There is controversy as to whether prolonged seizures are more detrimental to the immature than the mature brain. To evaluate this question continuous hippocampal stimulation was used to induce prolonged limbic seizures in 20-, 30-, and 60-day-old rats. The long-term effects on learning and activity level were then studied at age 80 days using the Morris water maze, a test of spatial learning and memory, and the open field test, a test of an animal's reaction to a novel environment. Limbic status epilepticus in 60-day-old but not 20- and 30-day-old rats caused long-term impairment of learning in the Morris water maze. No differences were noted between the control and the experimental animals in the open field test. These results suggest that the age of seizure onset is an important determinant of long-term cognitive sequelae.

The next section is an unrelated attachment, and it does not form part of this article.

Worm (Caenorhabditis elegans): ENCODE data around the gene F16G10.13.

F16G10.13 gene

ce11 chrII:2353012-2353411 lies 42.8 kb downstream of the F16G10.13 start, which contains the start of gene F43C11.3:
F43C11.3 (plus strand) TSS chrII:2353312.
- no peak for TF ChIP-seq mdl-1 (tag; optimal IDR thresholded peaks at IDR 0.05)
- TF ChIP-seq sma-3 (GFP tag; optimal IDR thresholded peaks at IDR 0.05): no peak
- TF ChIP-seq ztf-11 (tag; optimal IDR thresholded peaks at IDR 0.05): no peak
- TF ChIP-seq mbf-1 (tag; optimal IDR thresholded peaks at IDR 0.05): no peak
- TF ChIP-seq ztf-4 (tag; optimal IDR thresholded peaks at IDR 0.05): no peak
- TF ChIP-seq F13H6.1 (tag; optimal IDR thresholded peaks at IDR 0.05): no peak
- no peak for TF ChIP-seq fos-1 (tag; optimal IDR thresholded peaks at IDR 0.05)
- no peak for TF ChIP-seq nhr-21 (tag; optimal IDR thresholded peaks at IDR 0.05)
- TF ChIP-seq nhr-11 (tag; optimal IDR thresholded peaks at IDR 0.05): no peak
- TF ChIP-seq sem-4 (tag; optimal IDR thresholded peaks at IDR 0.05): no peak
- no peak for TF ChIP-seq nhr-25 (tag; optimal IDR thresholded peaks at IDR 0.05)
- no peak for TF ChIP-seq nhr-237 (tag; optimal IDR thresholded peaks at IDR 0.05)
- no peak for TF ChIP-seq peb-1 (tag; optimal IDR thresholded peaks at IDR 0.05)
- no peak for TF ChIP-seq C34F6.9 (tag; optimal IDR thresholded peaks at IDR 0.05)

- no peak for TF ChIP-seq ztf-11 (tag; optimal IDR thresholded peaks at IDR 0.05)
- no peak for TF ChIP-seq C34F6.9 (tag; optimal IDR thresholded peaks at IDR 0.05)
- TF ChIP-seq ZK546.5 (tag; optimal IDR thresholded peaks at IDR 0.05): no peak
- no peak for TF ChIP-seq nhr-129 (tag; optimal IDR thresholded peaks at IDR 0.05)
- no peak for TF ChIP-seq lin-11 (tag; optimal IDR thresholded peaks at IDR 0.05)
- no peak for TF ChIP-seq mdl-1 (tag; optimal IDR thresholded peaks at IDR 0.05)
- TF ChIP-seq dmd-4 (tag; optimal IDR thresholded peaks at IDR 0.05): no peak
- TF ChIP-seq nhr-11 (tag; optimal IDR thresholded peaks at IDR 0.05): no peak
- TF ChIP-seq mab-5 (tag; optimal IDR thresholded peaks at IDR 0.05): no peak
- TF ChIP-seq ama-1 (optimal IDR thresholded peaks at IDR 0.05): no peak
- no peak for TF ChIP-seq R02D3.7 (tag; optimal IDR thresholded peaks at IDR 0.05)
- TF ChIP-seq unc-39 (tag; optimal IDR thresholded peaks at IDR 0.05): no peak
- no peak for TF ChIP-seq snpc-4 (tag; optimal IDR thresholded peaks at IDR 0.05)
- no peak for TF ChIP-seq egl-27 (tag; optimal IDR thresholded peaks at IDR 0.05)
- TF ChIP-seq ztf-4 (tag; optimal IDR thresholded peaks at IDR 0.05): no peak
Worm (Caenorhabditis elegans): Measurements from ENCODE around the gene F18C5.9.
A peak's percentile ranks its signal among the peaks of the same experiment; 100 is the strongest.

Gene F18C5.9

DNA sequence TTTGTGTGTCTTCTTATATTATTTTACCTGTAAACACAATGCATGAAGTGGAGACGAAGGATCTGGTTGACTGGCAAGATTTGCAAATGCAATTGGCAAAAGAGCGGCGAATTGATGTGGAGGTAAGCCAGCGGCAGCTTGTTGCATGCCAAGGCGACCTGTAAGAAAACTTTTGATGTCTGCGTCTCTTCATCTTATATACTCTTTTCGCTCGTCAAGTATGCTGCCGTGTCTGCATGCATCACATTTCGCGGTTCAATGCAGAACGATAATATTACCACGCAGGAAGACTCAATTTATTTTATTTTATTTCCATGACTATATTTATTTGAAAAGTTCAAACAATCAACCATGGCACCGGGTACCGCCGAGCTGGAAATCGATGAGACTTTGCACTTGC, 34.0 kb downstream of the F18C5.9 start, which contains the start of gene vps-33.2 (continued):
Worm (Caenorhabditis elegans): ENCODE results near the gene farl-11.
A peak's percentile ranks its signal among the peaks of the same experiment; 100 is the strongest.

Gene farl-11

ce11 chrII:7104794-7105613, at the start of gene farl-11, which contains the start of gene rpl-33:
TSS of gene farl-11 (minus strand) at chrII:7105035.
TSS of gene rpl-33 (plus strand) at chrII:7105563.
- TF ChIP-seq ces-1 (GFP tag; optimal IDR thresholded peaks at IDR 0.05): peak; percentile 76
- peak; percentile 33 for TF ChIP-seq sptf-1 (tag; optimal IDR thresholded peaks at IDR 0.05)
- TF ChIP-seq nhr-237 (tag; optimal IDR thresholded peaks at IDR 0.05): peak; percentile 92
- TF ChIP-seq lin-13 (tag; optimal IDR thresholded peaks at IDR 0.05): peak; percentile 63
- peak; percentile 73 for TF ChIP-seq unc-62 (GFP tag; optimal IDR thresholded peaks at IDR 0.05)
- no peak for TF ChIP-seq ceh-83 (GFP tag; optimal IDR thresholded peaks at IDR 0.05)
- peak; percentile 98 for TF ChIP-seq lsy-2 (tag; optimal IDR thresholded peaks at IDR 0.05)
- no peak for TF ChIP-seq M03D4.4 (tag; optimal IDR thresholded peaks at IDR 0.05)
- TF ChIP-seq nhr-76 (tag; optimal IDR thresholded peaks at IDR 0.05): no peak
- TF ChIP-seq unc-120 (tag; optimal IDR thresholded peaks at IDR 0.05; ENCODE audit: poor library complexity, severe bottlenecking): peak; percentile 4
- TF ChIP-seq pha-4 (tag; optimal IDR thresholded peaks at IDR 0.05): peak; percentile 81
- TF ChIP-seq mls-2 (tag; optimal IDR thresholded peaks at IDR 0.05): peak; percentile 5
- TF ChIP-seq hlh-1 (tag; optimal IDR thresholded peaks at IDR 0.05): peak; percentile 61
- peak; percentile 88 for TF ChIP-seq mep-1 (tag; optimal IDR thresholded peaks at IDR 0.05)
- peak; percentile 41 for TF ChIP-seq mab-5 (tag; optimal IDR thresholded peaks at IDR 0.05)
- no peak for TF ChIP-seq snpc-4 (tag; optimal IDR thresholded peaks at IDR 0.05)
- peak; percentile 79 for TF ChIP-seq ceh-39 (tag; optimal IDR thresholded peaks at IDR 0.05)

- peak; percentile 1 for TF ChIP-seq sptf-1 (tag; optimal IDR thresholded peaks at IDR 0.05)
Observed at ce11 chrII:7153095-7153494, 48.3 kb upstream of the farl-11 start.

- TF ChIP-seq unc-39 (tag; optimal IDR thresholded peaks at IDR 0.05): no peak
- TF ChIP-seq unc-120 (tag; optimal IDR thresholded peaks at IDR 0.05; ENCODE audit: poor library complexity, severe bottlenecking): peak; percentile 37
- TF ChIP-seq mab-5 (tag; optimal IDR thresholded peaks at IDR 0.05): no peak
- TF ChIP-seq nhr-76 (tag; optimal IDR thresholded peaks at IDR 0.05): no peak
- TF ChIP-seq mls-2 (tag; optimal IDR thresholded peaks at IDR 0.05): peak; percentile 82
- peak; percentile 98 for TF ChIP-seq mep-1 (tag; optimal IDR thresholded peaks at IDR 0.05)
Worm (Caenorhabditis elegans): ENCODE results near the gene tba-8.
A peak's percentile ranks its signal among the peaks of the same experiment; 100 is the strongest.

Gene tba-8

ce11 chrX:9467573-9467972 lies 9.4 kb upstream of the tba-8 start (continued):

- Continuous hippocampal stimulation
ASJC Scopus subject areas
- Developmental Neuroscience
- Developmental Biology